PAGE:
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Thursday, June 23 • 10:30 - 11:20
CON05.01 - Supporting your Scholarship of Teaching and Learning Writing

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Writing is a fundamental skill for academics and publication is the central metric of success for promotion and tenure purposes. Although the need for writing support is evident across disciplines, this need may be even more pronounced for academics engaged in the scholarship of teaching and learning (SoTL). Writing SoTL research for publication may represent a substantial departure from disciplinary writing both in terms of how it is produced and what is produced (Chick, Cornell-Swanson, Lazarides, & Meyers, 2014). In fact, Chick and colleagues (2014) suggest that a considerable number of quality SoTL studies are never published as they can get stalled in the writing stage as a result of barriers such as perceived unfamiliarity of the processes and products in SoTL. Consistent with the more general writing support literature, SoTL writing support has been shown to impact faculty members positively (e.g., Chick et al., 2014; Marquis, Healey, & Vine, 2015; Weaver, Robbie, & Radloff, 2014).


Based on the relevant literatures and the facilitators’ and session attendees’ experiences, we will discuss different models of writing support, their respective advantages and disadvantages, and steps for implementing different approaches to supporting one’s own writing and that of other members of the SoTL community. Through self-reflective exercises and facilitated discussion, participants will identify their strengths and weaknesses in SoTL writing as well as the writing supports that would help improve their writing. Attendees will also develop a writing action plan to capitalize on their strengths and engage supports to empower themselves as writers.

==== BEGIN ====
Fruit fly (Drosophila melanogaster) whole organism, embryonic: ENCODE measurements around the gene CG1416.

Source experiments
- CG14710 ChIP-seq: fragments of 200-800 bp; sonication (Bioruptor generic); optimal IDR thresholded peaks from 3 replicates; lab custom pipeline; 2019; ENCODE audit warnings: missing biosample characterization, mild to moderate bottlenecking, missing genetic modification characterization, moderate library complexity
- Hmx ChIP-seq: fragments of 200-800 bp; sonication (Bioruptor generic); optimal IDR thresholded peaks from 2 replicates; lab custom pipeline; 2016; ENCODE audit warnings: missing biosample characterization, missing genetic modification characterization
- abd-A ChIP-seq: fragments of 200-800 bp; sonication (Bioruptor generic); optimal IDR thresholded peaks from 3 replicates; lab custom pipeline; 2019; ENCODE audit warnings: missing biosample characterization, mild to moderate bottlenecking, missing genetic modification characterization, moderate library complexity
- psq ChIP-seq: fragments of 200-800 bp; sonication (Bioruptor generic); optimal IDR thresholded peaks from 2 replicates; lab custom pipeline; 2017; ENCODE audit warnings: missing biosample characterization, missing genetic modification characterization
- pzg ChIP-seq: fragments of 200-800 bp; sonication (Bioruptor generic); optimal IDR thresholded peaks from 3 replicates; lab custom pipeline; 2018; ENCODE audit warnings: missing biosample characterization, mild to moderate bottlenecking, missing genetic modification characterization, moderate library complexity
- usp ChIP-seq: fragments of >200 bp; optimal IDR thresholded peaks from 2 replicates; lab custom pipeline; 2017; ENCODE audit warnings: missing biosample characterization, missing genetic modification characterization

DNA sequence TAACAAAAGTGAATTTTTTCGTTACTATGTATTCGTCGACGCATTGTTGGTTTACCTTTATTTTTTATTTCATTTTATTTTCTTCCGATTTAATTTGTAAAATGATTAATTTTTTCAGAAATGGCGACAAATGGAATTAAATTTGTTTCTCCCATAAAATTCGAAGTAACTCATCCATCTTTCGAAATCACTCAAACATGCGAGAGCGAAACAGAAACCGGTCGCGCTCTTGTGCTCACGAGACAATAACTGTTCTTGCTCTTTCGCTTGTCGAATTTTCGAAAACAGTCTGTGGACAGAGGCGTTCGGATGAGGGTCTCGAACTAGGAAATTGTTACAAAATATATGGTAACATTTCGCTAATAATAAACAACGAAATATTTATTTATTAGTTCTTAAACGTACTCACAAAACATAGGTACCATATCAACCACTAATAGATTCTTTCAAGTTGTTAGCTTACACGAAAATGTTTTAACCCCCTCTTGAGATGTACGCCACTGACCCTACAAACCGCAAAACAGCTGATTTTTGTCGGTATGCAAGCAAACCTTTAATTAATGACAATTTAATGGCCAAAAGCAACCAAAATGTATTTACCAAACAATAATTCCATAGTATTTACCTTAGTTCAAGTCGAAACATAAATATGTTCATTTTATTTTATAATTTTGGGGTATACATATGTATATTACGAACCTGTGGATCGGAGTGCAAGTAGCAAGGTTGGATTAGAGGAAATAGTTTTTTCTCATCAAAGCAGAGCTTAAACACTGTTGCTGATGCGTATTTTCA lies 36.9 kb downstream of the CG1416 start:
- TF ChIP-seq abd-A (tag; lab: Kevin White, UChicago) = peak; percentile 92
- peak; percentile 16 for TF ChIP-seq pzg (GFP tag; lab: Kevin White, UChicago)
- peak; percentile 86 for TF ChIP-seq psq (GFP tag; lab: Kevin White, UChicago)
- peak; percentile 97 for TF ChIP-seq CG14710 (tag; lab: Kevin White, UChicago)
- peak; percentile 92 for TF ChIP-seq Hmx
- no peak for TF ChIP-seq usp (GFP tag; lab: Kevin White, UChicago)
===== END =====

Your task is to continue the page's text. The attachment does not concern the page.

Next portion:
Chick, N. L., Cornell-Swanson, L. V., Lazarides, K., & Meyers, R. (2014). Reconciling apples & oranges: A constructivist SoTL writing program. International Journal for the Scholarship of Teaching and Learning, 8(2), 13.


Marquis, E., Healey, M., & Vine, M. (2015). Fostering collaborative teaching and learning scholarship through an international writing group initiative. Higher Education Research & Development, 1-14.


Weaver, D., Robbie, D., & Radloff, A. (2014). Demystifying the publication process–a structured writing program to facilitate dissemination of teaching and learning scholarship. International Journal for Academic Development, 19(3), 212-225.



Presenters
KM

Ken Meadows

Ken N. Meadows is an educational researcher with the Teaching Support Centre and a researcher with the Centre for Research on Teaching and Learning in Higher Education at Western University, and the managing editor of The Canadian Journal for the Scholarship of Teaching and Learning._x000D_
JM

Janice Miller-Young

Janice Miller-Young is the Director of the Institute for the Scholarship of Teaching and Learning at Mount Royal University, an associate editor for The Canadian Journal for the Scholarship of Teaching and Learning, and the chair of SoTL Canada. Her scholarly interests include faculty learning and novice/expert differences in higher education.
CR

Carol Roderick

Carol Roderick, Ph.D., is the Director of the Faculty & Curriculum Development Centre at OCAD University and an associate editor with The Canadian Journal for the Scholarship of Teaching and Learning. Her research interests include transformative learning, educational transitions, and the teaching and learning experience in higher education.


Thursday June 23, 2016 10:30 - 11:20
UCC 37

Attendees (34)




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